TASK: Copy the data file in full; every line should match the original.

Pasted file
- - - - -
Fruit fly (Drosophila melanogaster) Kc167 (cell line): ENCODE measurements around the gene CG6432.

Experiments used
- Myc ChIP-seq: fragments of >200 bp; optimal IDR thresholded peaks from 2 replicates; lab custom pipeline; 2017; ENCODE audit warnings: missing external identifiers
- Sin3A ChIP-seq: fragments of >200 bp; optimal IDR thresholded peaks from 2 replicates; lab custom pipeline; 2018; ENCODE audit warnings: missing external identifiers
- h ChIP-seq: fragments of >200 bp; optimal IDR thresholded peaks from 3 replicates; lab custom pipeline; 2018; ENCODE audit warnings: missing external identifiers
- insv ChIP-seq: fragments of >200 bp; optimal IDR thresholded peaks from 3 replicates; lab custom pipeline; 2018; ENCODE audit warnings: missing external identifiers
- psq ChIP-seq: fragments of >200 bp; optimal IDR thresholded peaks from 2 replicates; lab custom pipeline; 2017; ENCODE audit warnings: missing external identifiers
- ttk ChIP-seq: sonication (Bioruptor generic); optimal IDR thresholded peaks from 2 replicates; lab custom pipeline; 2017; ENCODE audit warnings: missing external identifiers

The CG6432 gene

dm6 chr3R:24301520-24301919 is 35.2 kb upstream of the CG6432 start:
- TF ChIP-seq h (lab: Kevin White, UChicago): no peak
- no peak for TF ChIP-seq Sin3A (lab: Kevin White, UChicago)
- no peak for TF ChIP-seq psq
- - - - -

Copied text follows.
Fruit fly (Drosophila melanogaster) Kc167 (cell line): ENCODE measurements around the gene CG6432.

Experiments used
- Myc ChIP-seq: fragments of >200 bp; optimal IDR thresholded peaks from 2 replicates; lab custom pipeline; 2017; ENCODE audit warnings: missing external identifiers
- Sin3A ChIP-seq: fragments of >200 bp; optimal IDR thresholded peaks from 2 replicates; lab custom pipeline; 2018; ENCODE audit warnings: missing external identifiers
- h ChIP-seq: fragments of >200 bp; optimal IDR thresholded peaks from 3 replicates; lab custom pipeline; 2018; ENCODE audit warnings: missing external identifiers
- insv ChIP-seq: fragments of >200 bp; optimal IDR thresholded peaks from 3 replicates; lab custom pipeline; 2018; ENCODE audit warnings: missing external identifiers
- psq ChIP-seq: fragments of >200 bp; optimal IDR thresholded peaks from 2 replicates; lab custom pipeline; 2017; ENCODE audit warnings: missing external identifiers
- ttk ChIP-seq: sonication (Bioruptor generic); optimal IDR thresholded peaks from 2 replicates; lab custom pipeline; 2017; ENCODE audit warnings: missing external identifiers

The CG6432 gene

dm6 chr3R:24301520-24301919 is 35.2 kb upstream of the CG6432 start:
- TF ChIP-seq h (lab: Kevin White, UChicago): no peak
- no peak for TF ChIP-seq Sin3A (lab: Kevin White, UChicago)
- no peak for TF ChIP-seq psq